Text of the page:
Are downloads the “horseless carriages” of digital?

Thursday February 23, 2012

Are downloads the "horseless carriages" of digital?

Sixties media theorist Marshall McLuhan said one of the problems with media revolutions is that human beings insist on looking at the new world as though it was the same as the old. "We look at the present through a
rear-view mirror," he said. "We march backwards into the future."

It was rear view mirror thinking that led to the first cars being described as "horseless carriages".

Marshall McLuhan - key insight: the medium is the message, ie new media are not just neutral carriers of a message. They change the nature of the message too - would feel right at home in the entertainment industry these days.

A decade into the "digital music revolution" and we're still at the horseless carriage stage. Too many people still view the new world as though it were just a logical extension of the old.

It's not. And the evidence is everywhere. 

It is arguably rear view mirror thinking which has seen the permanent download capture the imagination of consumers and technology companies and record companies alike. A digital download, a defined digital 'object' transferred from one party to another is in a sense no more than the digital equivalent of a plastic disc.

A native digital concept is far more likely to be a cloud service, a We7 or a Spotify. After all, a download gives none of the physical satisfaction of ownership of a disc. If you have constant access to what you want, why bother to 'own' it, especially when licence terms being what they are, you never really own it anyway?

But while rear-view thinking characterises our approach to the kinds of product or service digital makes possible, it is also shaping our expectation of the way digital will develop.

The history of the music business is the history of a linear progression from one format to another. CDs followed cassettes followed LPs followed 78s.

There was always overlap, but it was like a relay race with one format handing the baton to another.

We are comfortable with this concept and it colours most analyses of music's future.

But what if it's not like that?

What if a sizeable percentage of consumers have no intention of "transitioning" to downloads at all?

When the BPI last year commissioned some research into consumer behaviour and their format preferences, the label it attributed to the most important segment, mass market CD buyers was "Going Digital". The assumption was that just as their forebears did, today's CD consumers will fall into line, accept the passing of the baton to a newer format and switch their buying behaviour online.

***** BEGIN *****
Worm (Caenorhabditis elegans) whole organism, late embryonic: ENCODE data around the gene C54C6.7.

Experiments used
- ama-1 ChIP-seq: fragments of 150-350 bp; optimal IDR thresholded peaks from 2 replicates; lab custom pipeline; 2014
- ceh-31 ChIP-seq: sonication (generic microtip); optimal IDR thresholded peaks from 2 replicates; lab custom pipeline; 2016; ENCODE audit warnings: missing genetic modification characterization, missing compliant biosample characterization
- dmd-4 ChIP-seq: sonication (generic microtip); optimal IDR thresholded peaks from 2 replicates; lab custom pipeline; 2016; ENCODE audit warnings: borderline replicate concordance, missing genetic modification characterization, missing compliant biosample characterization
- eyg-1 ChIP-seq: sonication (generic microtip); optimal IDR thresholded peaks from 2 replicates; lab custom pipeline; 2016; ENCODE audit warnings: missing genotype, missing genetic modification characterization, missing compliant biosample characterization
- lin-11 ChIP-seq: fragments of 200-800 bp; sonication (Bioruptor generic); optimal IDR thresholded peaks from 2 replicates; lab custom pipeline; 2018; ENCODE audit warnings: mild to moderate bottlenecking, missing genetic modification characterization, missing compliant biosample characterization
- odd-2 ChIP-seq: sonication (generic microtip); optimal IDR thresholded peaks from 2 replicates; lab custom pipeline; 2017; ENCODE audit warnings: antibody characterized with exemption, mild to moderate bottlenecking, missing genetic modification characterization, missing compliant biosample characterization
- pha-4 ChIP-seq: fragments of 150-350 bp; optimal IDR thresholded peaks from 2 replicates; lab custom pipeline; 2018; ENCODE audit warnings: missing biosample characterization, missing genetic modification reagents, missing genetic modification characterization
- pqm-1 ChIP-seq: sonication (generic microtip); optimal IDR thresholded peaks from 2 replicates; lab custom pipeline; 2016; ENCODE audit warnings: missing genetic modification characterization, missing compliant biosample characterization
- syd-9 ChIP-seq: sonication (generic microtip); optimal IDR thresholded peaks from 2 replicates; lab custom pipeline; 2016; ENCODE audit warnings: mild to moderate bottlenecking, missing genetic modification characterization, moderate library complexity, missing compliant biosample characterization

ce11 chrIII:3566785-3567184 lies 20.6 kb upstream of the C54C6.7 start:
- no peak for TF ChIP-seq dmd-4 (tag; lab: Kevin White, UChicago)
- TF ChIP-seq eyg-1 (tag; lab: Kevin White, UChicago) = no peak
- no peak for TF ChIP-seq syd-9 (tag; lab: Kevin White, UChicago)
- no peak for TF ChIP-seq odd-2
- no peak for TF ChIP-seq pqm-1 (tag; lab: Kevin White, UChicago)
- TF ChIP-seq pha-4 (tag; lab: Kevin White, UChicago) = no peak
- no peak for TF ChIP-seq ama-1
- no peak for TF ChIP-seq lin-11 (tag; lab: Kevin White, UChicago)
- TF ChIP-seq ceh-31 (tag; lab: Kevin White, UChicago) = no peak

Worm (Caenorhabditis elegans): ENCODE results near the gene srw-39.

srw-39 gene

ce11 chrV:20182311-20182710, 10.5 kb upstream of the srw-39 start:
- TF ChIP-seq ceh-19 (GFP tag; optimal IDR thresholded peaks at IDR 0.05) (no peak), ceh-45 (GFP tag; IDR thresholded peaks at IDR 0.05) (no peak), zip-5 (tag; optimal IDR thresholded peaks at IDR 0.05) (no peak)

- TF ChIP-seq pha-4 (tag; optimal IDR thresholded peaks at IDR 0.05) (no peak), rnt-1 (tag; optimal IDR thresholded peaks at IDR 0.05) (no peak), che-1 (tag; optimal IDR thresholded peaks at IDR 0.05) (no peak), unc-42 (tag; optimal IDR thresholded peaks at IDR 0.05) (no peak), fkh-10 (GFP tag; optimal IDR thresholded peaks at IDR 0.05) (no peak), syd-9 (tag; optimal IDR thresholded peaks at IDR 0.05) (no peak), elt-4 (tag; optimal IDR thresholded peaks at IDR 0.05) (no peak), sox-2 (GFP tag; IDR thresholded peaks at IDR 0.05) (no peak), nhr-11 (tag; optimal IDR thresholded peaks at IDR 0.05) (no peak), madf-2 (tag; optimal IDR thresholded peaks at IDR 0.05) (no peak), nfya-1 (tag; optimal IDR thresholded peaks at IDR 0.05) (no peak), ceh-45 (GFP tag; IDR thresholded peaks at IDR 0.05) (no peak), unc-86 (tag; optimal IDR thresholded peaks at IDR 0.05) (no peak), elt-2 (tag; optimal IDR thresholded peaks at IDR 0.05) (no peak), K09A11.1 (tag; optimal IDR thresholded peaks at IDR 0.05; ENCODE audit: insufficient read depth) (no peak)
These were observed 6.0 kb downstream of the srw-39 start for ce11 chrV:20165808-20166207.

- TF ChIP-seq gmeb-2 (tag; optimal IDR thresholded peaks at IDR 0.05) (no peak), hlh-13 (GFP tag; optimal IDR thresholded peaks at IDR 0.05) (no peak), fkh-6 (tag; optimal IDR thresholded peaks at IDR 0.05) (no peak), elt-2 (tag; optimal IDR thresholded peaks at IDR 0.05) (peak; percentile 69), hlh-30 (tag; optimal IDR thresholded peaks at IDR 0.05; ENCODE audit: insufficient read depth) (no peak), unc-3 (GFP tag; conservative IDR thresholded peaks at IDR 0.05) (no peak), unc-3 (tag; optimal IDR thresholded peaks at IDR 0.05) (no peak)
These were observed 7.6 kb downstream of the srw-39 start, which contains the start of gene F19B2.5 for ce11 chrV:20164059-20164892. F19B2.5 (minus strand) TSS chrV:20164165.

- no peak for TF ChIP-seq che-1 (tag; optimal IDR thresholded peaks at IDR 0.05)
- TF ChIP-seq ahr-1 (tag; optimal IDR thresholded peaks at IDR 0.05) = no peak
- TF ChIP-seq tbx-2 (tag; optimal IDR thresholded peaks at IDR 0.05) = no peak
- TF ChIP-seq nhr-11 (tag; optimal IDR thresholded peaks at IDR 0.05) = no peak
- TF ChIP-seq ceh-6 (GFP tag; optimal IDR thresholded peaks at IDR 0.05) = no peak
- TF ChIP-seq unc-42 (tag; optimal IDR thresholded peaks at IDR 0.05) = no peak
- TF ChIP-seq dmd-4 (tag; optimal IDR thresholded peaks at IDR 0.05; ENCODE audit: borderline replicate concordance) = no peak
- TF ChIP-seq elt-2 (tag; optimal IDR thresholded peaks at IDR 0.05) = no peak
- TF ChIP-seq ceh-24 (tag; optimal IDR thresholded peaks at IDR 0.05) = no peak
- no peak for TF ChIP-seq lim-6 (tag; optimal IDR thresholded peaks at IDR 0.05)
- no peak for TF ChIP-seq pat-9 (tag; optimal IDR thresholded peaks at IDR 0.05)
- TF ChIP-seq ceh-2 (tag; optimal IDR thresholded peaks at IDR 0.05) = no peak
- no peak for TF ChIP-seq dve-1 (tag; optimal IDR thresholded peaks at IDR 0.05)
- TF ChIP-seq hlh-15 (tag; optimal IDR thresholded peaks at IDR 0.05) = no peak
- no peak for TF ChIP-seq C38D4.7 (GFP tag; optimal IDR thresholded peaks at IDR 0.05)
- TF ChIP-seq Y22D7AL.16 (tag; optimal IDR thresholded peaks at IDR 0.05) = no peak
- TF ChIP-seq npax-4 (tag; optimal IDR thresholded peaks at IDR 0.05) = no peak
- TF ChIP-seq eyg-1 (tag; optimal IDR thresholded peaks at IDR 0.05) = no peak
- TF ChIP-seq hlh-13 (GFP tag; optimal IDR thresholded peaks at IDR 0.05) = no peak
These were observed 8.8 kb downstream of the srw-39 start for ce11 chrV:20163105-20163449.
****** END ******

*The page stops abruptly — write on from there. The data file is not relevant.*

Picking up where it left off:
But what if they don't? What if they're perfectly happy - if a little unexcited - by physical formats. The danger is that if they are no longer able to buy physical products, they may stop buying music entirely.

There is a growing body of opinion that it is this which poses the biggest challenge to the music industry - and that there may yet be time for the video and games businesses to avoid the same mistake.

Mark Mulligan, one of the most respected analysts of the future of the music business - and an unashamed standard bearer for digital music - is just the latest to identify it as a key issue in a recent blog post.

Because he is a digital music enthusiast, Mark cannot help himself being dismissive of these "digital refuseniks", but he is forced to admit "with all of the focus on digital strategy it is sometimes easy to forget that the CD is still the beating heart of music revenues and the most widespread music purchasing behaviour, even in the US, that most digital of western music markets".

The most recent figures from the BPI certainly bear this out with 80% of album sales in the UK still on CD in 2011.

ERA's physical retail members - routinely dismissed as Luddites by some - have consistently argued that the record industry's pursuit of digital formats has lurched too rapidly from denial 10 years ago to wide-eyed enthusiasm for all things digital for the past five years. The physical music market is being allowed to wither on the vine due to lack of innovation, they say.

What we need, they say, is something which bridges the gap between physical and digital - perhaps a cloud service allied to a physical product - which genuine helps people transition to the new world - and doesn't just leave them with a "horseless carriage". Could it be that the world is finally is finally coming round to their view?

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